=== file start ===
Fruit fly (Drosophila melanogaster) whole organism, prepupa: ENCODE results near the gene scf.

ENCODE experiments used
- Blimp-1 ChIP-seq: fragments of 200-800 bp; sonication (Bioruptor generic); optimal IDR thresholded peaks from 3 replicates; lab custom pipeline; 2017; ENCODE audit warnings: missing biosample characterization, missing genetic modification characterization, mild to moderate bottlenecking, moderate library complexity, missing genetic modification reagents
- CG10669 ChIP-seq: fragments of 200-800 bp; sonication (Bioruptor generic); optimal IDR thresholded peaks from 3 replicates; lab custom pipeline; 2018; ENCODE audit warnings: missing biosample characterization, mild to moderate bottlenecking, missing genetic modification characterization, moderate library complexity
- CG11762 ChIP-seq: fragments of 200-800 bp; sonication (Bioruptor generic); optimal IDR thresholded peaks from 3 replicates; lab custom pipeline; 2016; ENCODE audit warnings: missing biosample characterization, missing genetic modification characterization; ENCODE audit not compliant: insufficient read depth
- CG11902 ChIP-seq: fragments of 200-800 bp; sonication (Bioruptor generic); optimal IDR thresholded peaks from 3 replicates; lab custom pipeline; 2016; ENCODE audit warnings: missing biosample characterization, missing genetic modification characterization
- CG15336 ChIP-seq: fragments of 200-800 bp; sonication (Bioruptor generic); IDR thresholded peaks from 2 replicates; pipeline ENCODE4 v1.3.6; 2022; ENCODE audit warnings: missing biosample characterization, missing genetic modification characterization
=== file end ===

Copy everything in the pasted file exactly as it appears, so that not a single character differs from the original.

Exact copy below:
Fruit fly (Drosophila melanogaster) whole organism, prepupa: ENCODE results near the gene scf.

ENCODE experiments used
- Blimp-1 ChIP-seq: fragments of 200-800 bp; sonication (Bioruptor generic); optimal IDR thresholded peaks from 3 replicates; lab custom pipeline; 2017; ENCODE audit warnings: missing biosample characterization, missing genetic modification characterization, mild to moderate bottlenecking, moderate library complexity, missing genetic modification reagents
- CG10669 ChIP-seq: fragments of 200-800 bp; sonication (Bioruptor generic); optimal IDR thresholded peaks from 3 replicates; lab custom pipeline; 2018; ENCODE audit warnings: missing biosample characterization, mild to moderate bottlenecking, missing genetic modification characterization, moderate library complexity
- CG11762 ChIP-seq: fragments of 200-800 bp; sonication (Bioruptor generic); optimal IDR thresholded peaks from 3 replicates; lab custom pipeline; 2016; ENCODE audit warnings: missing biosample characterization, missing genetic modification characterization; ENCODE audit not compliant: insufficient read depth
- CG11902 ChIP-seq: fragments of 200-800 bp; sonication (Bioruptor generic); optimal IDR thresholded peaks from 3 replicates; lab custom pipeline; 2016; ENCODE audit warnings: missing biosample characterization, missing genetic modification characterization
- CG15336 ChIP-seq: fragments of 200-800 bp; sonication (Bioruptor generic); IDR thresholded peaks from 2 replicates; pipeline ENCODE4 v1.3.6; 2022; ENCODE audit warnings: missing biosample characterization, missing genetic modification characterization